In the description of the early Church in Acts 2:42-47, sound doctrine is marked as being one of the key identifiers of the movement. Certainly, today, we would hope that our gatherings and congregations would be identified as sound in doctrine. We face a difficult task discipling and encouraging all generations to be rooted and built in the truth of Jesus Christ. False assumptions and damaging narratives slow our efforts. Here are four of the more common concerns facing the development of sound doctrine.
- Live your truth
In a postmodern world, the rise of sentiments like “speak your truth” and “live your truth” have become prevalent notions as a rallying cry for the individualistic nature of truth. More and more, these ideas are becoming common even in the church. We must be cautious, however, about the usage of such language. Inherent within a “your truth” structure is the deletion and objection to objective “Truth” – God’s truth. The unintended consequence of this structure is that we raise ourselves above scripture, placing our truth above God’s truth. Nevertheless, we all have a variety of experiences that shape our understanding of God and His truth. Our experiences are critical components in the development of sound doctrine. Things that we believe with our hearts and minds – that we have developed from our engagement with scripture – are proved (or tested) through our experience of life with God. Our experience should never trump scripture; rather, it should affirm it.
Perhaps it would be beneficial to also address the space available concerning personal conviction. Our interpretation of scripture, as it relates to our private devotional and moral life, must be balanced. Where scripture is not clear, or restrictions are not made, we must have grace and understanding for our brothers and sisters. Strongly held convictions must not be promoted as biblical mandate. That undercuts the truth and freedom of the Gospel, does not encourage sound doctrine, and edges us closer and closer to legalism.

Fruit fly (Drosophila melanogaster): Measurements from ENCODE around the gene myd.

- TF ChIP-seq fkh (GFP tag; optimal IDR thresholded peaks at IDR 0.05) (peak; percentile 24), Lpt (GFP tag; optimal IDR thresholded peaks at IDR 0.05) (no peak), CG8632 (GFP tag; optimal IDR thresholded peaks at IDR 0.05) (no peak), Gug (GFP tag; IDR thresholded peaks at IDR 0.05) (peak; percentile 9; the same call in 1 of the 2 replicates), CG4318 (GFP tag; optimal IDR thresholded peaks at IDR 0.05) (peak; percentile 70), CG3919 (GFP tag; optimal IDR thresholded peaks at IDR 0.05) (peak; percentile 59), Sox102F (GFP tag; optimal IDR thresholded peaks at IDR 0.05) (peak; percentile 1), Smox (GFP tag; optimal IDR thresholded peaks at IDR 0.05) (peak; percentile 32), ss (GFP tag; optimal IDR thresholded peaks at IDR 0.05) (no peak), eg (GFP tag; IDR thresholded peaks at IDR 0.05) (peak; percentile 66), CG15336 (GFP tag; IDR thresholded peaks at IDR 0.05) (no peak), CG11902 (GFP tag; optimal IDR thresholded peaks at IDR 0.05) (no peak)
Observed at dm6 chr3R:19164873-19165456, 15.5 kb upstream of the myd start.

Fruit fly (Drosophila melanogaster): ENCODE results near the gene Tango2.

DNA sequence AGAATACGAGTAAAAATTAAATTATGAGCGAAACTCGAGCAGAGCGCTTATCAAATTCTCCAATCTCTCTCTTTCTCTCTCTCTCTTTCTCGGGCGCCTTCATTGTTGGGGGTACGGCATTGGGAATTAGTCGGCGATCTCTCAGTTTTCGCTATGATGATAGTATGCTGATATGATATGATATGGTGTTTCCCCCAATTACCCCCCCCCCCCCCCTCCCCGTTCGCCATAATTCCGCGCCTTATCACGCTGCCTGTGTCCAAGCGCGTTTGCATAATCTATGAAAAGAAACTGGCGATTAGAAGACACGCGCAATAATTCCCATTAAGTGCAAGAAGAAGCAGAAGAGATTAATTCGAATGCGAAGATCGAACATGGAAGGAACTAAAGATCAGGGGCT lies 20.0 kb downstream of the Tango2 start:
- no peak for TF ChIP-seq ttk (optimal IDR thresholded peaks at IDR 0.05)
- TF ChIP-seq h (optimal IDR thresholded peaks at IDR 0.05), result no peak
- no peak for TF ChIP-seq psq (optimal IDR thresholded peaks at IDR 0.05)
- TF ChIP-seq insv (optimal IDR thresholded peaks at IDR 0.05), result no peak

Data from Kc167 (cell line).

- My Pastor will tell me everything I need to know
An important truth in the life of the body of Christ is that what happens on Sunday is not the most important thing happening each week. How could I argue that the gathering of believers is not healthy? How could I say that worshiping together is not meaningful; that the preached word of God is not life-giving? Certainly, those things are true, but our focus on Sunday has created an expectation that Sunday is enough. Preaching, singing, and teaching are all vital contributors to the growth of sound doctrine. They should encourage, equip, and train the believers; however, for the church to grow and thrive, individuals must be growing on the six days between Sundays. Being sound in doctrine doesn’t happen because of a weekly service; it happens because of a daily commitment to growing in grace and knowledge of Jesus Christ. That is where significant growth is happening.
- Doctrine is not for me
Maybe doctrine seems complicated. Maybe it seems unnecessary. No matter how we feel about it, doctrine is an essential part to our spiritual health. In the pastoral letters, Paul urgently encourages Timothy and Titus to maintain sound doctrine in their congregations. Without sound doctrine, we run the risk of being pulled back and forth by anything presented to us because we are unable to discern truth from falsehood.
- Doctrine is all that matters
Equally as damaging as the latter train of thought, we must be mindful not to elevate doctrine and beliefs higher than they should be. Doctrine that does not promote spiritual growth and health in the believer is un-useful. Doctrine that causes pride or arrogance is wasted. Doctrine that encourages cynicism and hardness of heart is empty. Doctrine that is un-livable is purposeless. We must live in the tension that exists between our actions and our beliefs: action without foundation can be toppled, and foundation without action will produce nothing.
Can you think of other “sound doctrine” myths we battle in the church?